Bahrain's Stillborn Revolution

  • Share
  • Read Later
Photograph by David Degner for TIME

The fallen Flags mark the grave of 16-year-old Ali Yousif al-Satrawi, who was run over by a police car while taking part in a protest in the Manama suburb of Juffair last November

(2 of 2)

When Bahrain's Crown Prince Salman bin Hamad al-Khalifa called for dialogue and defended the rights of all Bahrainis to protest peacefully, Hubail and his Shi'ite teammates joined an athletes' rally denouncing the severity of the crackdown. Like a doctors' rally and a teachers' rally held on previous days, citizens gathered in the tens of thousands. The royal family is revered in Bahrain, and few of the protesters actually desire an end to the monarchy. But after the crackdown, emotions ran high, and several protesters called for the fall of the regime. Others, like Hubail, just asked for reform. Despite the promises, the crackdown became more severe, and on March 14, Saudi tanks rolled across the causeway to help Bahrain stifle the protest. Some 3,000 people were detained for participating, 2,000 suspended from government jobs and hundreds put on military trial, among them 64 athletes. They were sentenced to one to 15 years in prison. Hubail and his teammates, national heroes, were singled out in a rabid name-and-shame campaign conducted by a local sports channel. Government spokesman Abdul-Aziz bin Mubarak al-Khalifa says the broadcast, along with similar Facebook-based smear campaigns, was "regrettable" but denies that the government had anything to do with it. Hubail isn't placated. "I gave everything to my country, and this is what I get in return," he says. "All I did was go to a rally. Even His Majesty said it was permissible."

Hubail's travails were not over with the broadcast. The next day he and his teammates were pulled from practice and bundled into waiting vans. At the detention center, they were beaten until they signed false confessions. The torture lasted for two months. It wasn't just the athletes. Doctors, nurses, lawyers and journalists associated with the protests were similarly treated. "They came after all of us because we were the Shi'ite elite," says Bassim Dhaif, Bahrain's pre-eminent sports-medicine surgeon. Dhaif was tortured into informing against his colleagues in a tape later released on national TV. International outcry — including from the U.S. — resulted in the release of all but a few protesters in June, though hundreds are still awaiting a retrial in civilian courts.

Until then, Dhaif has been suspended from his job at Salmaniya Medical Complex, the country's only public hospital. Also suspended were the hospital's best heart surgeon, the only transplant surgeon, the top tier of theater nurses and the most experienced internists. All told, 178 experienced medical professionals are no longer working at Salmaniya.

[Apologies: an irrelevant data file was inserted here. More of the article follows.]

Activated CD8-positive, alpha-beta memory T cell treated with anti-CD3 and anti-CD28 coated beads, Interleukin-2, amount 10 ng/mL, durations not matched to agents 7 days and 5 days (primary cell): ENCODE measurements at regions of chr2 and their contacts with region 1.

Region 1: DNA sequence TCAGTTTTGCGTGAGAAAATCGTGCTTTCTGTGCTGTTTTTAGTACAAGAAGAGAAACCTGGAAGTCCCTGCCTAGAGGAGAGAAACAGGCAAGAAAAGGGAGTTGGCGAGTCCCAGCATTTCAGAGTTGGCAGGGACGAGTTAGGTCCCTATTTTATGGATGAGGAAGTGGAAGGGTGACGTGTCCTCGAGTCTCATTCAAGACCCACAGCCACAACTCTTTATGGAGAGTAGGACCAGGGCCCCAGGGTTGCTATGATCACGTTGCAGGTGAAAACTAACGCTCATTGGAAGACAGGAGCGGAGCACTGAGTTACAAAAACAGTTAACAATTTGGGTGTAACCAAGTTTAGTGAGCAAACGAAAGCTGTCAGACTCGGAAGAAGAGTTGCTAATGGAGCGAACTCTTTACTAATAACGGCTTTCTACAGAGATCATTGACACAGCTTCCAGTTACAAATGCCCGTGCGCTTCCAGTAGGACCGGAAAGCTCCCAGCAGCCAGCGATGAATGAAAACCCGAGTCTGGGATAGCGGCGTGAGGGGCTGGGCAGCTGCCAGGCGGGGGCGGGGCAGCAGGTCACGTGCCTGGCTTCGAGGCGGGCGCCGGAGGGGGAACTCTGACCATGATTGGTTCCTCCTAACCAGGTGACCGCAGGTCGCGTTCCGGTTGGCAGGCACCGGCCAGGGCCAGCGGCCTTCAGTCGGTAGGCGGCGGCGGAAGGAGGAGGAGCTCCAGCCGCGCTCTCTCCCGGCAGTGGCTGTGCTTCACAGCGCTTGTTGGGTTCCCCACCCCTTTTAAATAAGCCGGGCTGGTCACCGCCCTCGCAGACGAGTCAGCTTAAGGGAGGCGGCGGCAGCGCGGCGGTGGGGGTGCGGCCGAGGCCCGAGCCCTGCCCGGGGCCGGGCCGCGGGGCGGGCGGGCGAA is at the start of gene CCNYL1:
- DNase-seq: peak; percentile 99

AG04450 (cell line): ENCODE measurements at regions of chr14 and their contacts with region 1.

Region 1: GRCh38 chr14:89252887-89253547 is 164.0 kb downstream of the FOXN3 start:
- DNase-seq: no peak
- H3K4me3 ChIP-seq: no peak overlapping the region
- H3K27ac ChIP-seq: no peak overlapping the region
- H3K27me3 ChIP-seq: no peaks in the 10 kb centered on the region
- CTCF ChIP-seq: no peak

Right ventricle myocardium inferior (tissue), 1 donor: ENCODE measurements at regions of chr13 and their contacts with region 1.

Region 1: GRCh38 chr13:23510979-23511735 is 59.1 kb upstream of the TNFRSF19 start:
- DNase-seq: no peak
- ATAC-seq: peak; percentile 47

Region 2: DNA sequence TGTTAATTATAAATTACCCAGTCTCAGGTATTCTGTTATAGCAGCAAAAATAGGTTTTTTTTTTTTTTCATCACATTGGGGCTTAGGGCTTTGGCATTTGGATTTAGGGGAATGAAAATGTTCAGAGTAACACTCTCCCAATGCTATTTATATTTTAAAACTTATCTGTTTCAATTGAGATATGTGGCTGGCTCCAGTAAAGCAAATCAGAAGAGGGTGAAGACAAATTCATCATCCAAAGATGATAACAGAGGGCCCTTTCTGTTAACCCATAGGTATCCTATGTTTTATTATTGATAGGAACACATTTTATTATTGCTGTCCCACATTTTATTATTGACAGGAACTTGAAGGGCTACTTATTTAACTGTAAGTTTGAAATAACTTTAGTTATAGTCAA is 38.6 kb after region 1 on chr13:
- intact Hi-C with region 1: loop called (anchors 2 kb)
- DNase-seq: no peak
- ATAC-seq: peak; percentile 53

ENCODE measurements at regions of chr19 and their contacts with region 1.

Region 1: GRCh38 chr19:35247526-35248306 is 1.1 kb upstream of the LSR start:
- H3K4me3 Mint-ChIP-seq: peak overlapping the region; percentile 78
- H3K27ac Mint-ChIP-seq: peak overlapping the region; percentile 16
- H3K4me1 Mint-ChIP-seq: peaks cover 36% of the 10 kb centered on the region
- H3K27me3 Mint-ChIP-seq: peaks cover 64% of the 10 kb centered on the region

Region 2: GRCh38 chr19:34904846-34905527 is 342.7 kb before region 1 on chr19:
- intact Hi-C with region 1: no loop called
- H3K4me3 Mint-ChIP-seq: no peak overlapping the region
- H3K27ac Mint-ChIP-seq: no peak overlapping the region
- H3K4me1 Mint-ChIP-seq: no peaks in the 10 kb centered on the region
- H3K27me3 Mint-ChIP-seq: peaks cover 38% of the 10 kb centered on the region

Government officials admit that the crackdown may have been too harsh, but they defend their decision to quash a revolution that they claim took Bahrain into dangerous waters. "We are in the Gulf, not Scandinavia," says spokesman Khalifa. And then he hints darkly at an Iranian agenda to set up an "ideological Islamic state" in Bahrain, wielding a threat that resonates well with outsiders who have watched with alarm the success of Islamist parties in Egypt and Tunisia.

Protest leaders dismiss such claims as fearmongering propaganda, pointing out that not only the CIA but also a recent Bahraini-government-funded independent investigation into the uprising found absolutely no evidence of Iranian influence. The government responded with an indignant rebuttal: "Due to security and confidentiality considerations ... the Government of Bahrain did not share information of Iranian involvement."

That report was commissioned by King Hamad bin Isa al-Khalifa in June, in an attempt to bring healing to a traumatized nation. Despite findings of "systematic torture," "unlawful detention" and "excessive use of force," the report, which was released in late November, has helped refurbish the country's reputation. The King has been hailed for his unflinching transparency in a region where monarchs usually operate with impunity, and his government has been applauded for newly implemented reforms to policing and detention policies. Investment has started to trickle back in, and Formula 1 says Bahrain is back on the 2012 calendar, for now. Even $53 million in arms sales held up in the U.S. Congress pending the report's release looks like it will go through. On the surface, it seems that the government has successfully contained the revolution, just as it has quarantined the most restless of the Shi'ite villages. Still, the crackdowns continue. "The government's goal is to quash the revolution by any means necessary, while putting on a reformist window dressing," says Physicians for Human Rights deputy director Richard Sollom, who was denied entry to Bahrain on Jan. 9, despite having a visa. "And it's working."

But the protesters, along with the opposition Wefaq party, say the revolution lives on. Bahrain's newfound calm is relative: not a night goes by without reports of a tear-gas and rubber-bullet attack on protesters in Shi'ite villages, pro-democracy demonstrations or even funerals.

Back in Oman, Hubail just wants to go home and play for his country. After strong lobbying by international human-rights groups, the government has offered amnesty to protesters as long as they were not directly involved in fomenting unrest. But Hubail is wary. Other teammates are still awaiting trial. Soccer is about trust and communication, and Hubail fears that the damage may be irreparable. "After all the insults and the beatings, I'm not sure I can trust my country anymore."

  1. 1
  2. 2
  3. Next Page